The parameters can be relayed to a digital engine, so the doctors can see. I would say the little reluctance that existed within the fraternity, and industry at large in terms of embracing some of these new tools, doesn’t exist anymore. Lot of changes in perspective are coming, which I think is good. This will set the tone for a slew of such products coming into the space.
Dr. Vikram Venkateswaran: Makes a lot of sense. So the follow-up would be that, you know, for the last year now almost we’ve been doing remote consultations, and a lot of them are with women. So what have we learned in the last year as insights when this has become almost like the mainstay that we can apply to the future, have given any unique lessons learned here?
Nitin Nag: First big learning is public perception towards consuming remote healthcare services is optimistic. They are keen on taking up these new solutions.
Customer is not an impediment that we had initially thought. That’s number one.
Secondly tools aimed at convenience and are clinically relevant would have faster adoption cycles. Now, what do I mean the convenience aspect of it, like, just the video consultation itself. If it prevents or it outweighs the need for any anyone to go to a hospital, then it will gain traction. The amount of time that is spent in waiting for a doctor, consulting & driving back and forth from a hospital is considerable. Digital solutions take away this entire time factor, and make the entire experience so convenient that entire consultation can be done in about 30 minutes. These video consultation solutions also assist in documentation of consultation notes, medication details, patient history etc., So digital solutions which are clinically relevant and aim centred around convenience of the consumer.
The third learning is hospitals are looking at optimisation of experience and space. Reducing time of customer at hospital and leveraging large waiting lounges to commission other clinical services helps hospitals get more from already existing spaces.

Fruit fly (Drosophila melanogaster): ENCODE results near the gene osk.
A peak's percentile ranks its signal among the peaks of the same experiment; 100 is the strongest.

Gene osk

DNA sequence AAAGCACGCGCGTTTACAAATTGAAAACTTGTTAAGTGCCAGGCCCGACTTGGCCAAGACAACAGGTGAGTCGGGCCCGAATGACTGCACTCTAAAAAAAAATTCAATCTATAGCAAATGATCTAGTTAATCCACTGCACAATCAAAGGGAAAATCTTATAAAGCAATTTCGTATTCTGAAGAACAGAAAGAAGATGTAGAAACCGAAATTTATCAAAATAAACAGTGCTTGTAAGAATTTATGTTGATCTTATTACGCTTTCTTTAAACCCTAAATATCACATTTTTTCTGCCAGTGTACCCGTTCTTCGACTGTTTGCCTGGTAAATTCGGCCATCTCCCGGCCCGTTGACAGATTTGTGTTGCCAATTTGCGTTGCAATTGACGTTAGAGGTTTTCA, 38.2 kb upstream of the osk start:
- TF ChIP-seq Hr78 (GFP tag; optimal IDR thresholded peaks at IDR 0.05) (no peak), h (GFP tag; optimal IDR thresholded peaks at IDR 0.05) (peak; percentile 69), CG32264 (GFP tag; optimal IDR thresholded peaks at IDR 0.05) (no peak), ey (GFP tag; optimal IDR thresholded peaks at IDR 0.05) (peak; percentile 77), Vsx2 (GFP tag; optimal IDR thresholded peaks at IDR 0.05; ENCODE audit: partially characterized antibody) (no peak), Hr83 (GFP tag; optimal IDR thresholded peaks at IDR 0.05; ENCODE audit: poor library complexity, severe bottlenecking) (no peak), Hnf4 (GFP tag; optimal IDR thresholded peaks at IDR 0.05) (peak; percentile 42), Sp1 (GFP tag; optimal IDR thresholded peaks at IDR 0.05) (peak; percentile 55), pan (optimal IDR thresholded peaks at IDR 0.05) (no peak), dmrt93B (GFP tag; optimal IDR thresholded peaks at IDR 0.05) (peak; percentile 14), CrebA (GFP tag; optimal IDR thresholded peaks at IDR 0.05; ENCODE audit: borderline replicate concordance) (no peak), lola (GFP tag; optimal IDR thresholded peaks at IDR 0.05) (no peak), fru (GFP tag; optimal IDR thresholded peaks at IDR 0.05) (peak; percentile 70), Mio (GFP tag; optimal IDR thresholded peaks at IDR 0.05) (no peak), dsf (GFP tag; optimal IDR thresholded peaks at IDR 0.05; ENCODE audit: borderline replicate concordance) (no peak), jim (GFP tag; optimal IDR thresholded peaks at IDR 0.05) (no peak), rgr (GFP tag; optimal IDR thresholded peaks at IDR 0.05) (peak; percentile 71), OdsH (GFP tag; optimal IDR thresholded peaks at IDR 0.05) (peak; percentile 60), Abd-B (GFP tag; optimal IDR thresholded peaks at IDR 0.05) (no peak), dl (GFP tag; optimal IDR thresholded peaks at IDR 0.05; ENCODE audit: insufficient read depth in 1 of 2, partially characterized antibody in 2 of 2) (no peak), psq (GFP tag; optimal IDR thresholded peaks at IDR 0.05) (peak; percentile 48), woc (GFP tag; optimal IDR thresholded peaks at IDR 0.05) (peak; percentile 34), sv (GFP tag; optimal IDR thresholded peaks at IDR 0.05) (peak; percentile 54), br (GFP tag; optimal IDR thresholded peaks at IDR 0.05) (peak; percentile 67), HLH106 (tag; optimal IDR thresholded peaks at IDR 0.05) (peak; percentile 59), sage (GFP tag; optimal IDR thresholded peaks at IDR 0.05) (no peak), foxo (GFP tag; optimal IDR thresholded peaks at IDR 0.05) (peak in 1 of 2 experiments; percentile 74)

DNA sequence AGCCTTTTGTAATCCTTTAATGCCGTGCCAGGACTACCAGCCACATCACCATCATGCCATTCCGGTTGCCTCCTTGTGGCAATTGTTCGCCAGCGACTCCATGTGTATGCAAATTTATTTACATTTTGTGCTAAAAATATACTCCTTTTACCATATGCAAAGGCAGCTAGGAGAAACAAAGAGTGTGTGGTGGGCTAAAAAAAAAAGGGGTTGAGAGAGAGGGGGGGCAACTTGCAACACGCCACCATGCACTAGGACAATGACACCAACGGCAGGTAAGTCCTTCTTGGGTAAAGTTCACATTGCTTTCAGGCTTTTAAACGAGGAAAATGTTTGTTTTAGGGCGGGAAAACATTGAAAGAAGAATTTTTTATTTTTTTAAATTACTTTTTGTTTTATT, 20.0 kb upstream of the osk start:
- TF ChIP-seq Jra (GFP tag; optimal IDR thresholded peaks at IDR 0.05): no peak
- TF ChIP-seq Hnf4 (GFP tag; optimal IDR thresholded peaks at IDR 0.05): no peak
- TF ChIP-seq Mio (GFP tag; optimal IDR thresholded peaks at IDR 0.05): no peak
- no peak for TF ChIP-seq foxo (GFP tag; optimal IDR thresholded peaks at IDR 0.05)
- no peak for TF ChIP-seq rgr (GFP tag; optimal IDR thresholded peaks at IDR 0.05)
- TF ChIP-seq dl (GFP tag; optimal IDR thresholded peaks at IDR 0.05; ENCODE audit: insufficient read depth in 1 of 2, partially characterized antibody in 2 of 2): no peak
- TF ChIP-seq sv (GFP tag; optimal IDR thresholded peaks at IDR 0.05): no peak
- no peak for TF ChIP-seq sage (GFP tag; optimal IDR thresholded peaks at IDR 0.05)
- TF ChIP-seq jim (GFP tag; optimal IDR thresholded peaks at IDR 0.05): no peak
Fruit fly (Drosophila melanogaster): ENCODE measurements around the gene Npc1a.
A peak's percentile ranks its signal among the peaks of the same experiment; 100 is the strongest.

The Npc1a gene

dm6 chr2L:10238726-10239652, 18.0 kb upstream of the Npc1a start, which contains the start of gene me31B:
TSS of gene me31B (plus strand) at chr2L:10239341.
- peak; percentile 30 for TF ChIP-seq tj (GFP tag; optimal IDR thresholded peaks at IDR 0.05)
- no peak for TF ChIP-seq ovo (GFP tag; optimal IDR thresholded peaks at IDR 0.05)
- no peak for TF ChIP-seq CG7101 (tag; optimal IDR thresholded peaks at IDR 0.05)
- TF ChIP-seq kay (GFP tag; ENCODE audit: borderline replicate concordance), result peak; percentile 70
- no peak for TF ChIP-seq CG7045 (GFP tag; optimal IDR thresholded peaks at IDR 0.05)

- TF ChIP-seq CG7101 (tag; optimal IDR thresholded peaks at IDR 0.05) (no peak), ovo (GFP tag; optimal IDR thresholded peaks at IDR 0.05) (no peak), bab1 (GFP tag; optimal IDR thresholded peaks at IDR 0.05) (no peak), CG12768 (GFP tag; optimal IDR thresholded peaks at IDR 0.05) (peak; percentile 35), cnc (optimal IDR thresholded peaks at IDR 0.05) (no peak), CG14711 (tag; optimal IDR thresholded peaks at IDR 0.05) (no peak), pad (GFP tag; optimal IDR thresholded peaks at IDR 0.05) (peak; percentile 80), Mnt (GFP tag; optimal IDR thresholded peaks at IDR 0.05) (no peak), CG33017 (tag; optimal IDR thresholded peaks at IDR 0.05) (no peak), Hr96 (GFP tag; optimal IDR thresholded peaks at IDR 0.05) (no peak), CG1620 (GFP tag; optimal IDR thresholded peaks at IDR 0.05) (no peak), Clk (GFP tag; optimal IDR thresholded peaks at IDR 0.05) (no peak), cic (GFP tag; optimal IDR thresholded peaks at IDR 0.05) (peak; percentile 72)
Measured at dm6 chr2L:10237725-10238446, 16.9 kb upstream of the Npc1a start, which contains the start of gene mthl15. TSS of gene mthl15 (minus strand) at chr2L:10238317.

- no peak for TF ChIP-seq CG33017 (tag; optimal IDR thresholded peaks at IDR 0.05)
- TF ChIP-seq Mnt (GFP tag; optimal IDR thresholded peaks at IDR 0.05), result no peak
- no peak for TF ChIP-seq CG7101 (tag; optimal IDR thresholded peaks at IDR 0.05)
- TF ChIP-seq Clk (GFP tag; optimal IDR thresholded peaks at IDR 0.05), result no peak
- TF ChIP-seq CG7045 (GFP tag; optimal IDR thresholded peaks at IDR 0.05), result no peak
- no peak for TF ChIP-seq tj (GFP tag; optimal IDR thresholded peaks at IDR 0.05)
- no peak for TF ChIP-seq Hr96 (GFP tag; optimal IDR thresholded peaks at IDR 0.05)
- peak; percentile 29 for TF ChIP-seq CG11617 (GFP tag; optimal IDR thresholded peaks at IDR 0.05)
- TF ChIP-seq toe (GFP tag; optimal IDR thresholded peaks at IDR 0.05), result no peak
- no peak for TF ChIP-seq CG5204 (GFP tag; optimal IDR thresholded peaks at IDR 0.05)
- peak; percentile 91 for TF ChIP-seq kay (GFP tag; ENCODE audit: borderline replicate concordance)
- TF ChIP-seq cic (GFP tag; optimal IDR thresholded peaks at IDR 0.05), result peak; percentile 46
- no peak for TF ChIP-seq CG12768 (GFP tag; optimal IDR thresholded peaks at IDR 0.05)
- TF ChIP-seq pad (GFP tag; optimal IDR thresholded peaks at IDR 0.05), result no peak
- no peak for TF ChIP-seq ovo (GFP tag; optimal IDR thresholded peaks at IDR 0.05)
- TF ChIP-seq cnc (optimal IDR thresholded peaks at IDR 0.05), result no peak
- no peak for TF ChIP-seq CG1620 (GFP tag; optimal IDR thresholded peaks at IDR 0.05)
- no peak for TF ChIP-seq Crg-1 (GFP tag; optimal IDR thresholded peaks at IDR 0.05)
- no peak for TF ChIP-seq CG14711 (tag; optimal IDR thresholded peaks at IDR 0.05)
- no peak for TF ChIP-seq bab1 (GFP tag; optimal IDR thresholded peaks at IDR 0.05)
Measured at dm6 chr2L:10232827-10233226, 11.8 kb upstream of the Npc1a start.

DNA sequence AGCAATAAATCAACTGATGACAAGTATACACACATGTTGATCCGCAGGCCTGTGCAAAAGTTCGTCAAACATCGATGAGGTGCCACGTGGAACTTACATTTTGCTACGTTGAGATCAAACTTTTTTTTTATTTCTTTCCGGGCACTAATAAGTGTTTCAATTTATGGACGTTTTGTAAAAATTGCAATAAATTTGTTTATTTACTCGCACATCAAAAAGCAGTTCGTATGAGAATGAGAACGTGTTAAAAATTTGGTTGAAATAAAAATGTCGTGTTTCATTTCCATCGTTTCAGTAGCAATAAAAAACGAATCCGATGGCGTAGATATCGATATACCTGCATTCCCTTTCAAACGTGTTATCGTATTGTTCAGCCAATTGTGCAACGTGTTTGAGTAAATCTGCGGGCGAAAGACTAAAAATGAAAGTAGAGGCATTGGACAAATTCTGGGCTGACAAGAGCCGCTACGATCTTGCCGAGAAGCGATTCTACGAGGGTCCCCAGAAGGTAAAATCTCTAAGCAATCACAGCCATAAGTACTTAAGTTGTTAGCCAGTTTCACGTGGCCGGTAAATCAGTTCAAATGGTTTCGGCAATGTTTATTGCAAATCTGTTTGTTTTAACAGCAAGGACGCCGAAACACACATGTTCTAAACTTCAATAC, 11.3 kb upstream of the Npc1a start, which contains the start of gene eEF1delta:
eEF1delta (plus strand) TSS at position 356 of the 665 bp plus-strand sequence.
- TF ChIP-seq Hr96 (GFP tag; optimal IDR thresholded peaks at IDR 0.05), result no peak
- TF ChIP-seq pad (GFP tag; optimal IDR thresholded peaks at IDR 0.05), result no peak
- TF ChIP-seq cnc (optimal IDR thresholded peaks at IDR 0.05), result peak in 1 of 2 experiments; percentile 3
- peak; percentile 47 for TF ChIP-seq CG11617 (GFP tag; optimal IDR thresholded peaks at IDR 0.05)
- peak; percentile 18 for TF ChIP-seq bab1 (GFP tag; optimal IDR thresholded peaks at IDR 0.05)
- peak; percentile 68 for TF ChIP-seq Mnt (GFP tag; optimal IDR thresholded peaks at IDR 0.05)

Dr Vikram Venkateswaran: that is interesting, especially this transformation from patient to consumer, I think that’s a very big. So, the next thing was, it’ll be since the 90’s and early 2000’s We’ve been seeing a lot of activism, especially from people who are learning more about their health through online resources, generally getting educated. I think COVID was also a big way in which people woke up to a lot of things right from comorbidity and vitamin D levels. So do you think that once the pandemic is over when we kind of get back to some kind of semblance of normal life, you would see a lot more people getting very actively involved in managing their health, or do you think we will slip back to the old ways, where this was a one off and now we are back to how we were
Nitin Nag: I think health awareness is rising and will continue to do so. So, over the last, I would say almost 15 to 20 years now I have been hearing a lot of people talk about fitness along the way. Obviously the conversations have increased in the last few years, as compared to what I had amongst my friends, almost 15-20 years ago. Gym memberships have increased.
People are constantly talking about how many steps they have taken in a day. So there are fragments of data scattered all around the ecosystem. What COVID has done is, I think somewhere it’s made a lot of people internalise, their health requirements. This is a common theme in most groups that I have interacted with. It’s not just a move towards health in general, but I think it’s more of constant lifestyle change. It’s also maintaining some kind of a balance in life between pursuing your dreams versus living your life today, which is here right now.